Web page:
If the purpose of photography isn’t to become a better photographer, perhaps we shouldn’t make photography the ultimate aim of our lives.
Instead, we should be seeking to live a better life. And how do we improve our lives and live a better life? By adapting our photography to our life, not adapting our life to our photography.
Treat your camera as a companion to you, not as your master.
Live your life to the fullest, and think of your camera as a sidekick or companion.
- This means, don’t arrange your life around your camera.
- This means, don’t try to figure out ways how to integrate your big, heavy, cumbersome, and powerful camera into your everyday life.
- Instead, seek to have the smallest and simplest camera possible to accompany you on your life journeys (like RICOH GR II or Fujifilm XF10).
What does it mean for you to live the best possible life?
To me, the best life is the life with the more risks, the most danger, the most adventure, and the most testing yourself of your own limits.
To me, life ain’t about the maximization of pleasure and the minimization of pain. Instead, the purpose of life is to become the most powerful you possible and to also empower others.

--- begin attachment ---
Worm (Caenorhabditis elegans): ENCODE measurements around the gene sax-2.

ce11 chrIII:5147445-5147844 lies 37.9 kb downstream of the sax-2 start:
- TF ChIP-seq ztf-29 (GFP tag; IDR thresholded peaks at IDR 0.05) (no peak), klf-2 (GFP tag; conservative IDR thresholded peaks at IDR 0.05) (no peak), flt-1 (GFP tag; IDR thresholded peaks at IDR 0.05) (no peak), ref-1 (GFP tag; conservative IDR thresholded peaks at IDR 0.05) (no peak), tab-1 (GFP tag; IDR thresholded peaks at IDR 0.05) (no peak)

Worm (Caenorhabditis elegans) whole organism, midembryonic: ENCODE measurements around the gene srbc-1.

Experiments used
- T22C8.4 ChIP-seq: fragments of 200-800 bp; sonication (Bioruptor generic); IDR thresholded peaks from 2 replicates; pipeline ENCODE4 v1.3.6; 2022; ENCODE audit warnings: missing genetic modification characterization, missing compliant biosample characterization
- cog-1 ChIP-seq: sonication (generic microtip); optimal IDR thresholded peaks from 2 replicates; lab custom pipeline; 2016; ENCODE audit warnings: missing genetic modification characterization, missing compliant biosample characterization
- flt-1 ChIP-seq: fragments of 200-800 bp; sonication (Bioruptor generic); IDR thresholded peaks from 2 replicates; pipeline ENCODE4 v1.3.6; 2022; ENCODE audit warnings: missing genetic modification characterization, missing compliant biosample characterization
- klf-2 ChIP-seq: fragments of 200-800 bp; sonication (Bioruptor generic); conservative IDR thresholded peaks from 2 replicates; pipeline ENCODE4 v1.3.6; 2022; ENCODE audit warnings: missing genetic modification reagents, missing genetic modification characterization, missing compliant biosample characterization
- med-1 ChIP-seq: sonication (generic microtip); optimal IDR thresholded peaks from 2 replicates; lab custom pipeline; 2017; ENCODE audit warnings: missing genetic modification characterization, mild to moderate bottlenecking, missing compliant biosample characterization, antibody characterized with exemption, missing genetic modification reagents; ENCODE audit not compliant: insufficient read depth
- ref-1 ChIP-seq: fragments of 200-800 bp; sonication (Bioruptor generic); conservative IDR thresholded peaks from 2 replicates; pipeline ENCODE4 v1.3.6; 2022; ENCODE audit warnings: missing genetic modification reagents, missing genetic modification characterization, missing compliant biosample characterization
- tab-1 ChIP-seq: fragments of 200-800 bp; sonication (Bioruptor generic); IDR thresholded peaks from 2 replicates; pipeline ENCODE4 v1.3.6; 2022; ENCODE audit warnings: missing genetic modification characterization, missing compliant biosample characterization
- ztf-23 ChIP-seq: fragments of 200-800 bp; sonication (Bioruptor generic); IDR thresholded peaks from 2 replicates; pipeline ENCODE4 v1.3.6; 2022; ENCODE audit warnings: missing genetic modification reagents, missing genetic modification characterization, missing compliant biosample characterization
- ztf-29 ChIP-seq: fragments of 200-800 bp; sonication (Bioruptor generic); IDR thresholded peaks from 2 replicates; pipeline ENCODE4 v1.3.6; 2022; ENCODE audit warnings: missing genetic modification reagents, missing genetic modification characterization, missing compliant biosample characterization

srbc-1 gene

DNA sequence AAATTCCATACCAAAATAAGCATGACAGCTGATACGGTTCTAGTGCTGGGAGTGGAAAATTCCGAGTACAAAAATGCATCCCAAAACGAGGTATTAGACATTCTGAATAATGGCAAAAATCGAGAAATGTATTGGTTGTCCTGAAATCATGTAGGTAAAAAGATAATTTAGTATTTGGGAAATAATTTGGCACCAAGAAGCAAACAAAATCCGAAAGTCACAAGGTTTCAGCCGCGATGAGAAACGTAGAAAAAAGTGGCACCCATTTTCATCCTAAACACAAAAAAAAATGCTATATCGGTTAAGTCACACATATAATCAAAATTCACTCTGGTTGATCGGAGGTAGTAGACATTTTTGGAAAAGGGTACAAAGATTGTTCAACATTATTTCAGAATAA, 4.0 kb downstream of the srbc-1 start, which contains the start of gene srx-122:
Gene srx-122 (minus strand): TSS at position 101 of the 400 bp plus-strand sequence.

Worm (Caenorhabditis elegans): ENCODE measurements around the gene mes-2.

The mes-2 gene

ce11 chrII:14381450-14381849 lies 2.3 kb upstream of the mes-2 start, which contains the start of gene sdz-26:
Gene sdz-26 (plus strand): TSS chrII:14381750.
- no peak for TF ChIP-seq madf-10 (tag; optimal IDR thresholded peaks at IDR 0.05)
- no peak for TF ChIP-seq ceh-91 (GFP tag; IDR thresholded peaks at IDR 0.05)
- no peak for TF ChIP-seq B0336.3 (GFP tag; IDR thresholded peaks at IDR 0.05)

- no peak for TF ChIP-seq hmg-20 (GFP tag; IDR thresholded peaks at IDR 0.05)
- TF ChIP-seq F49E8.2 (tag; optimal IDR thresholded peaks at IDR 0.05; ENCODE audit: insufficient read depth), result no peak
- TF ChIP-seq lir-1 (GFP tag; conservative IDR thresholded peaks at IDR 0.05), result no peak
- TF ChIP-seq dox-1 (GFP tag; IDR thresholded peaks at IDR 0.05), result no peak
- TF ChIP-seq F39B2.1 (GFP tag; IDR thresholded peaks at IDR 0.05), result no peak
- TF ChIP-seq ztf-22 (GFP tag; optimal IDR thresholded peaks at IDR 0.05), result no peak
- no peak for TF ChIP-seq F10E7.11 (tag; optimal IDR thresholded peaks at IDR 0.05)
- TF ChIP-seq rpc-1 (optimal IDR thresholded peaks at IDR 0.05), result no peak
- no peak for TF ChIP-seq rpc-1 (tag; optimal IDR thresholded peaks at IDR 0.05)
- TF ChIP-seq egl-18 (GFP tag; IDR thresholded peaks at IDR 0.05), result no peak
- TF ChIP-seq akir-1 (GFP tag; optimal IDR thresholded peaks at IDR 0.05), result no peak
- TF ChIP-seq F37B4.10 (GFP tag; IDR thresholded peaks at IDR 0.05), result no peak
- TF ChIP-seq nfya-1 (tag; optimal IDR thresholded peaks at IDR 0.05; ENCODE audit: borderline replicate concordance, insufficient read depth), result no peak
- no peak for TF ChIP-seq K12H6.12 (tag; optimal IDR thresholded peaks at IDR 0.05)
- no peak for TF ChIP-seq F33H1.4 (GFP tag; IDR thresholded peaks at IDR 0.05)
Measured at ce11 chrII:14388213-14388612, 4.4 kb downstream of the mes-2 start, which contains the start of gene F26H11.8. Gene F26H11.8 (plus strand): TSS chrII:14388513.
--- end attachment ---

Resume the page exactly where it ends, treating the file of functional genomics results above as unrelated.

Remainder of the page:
On the road to empowerment, you must constantly dare more epic feats. Travel to places that fascinate you, but scare you. Shoot photos of people who you’re fascinated in, but whom scare you (street photography). Constantly test your physical limits through powerlifting.
Use the camera as a tool to become more bold, brazen, and fearless in real life
Don’t make your life inconvenient through photography. Instead, seek to make your camera as frictionless as possible (keep your camera in your front pocket), and don’t hesitate before shooting scenes which interest you.
Don’t force yourself to shoot. Only shoot when you see things which interest you.
Let the photos come to you, and the goal is this:
Shoot uninhibited, without hesitation, without fear.
JUST SHOOT IT.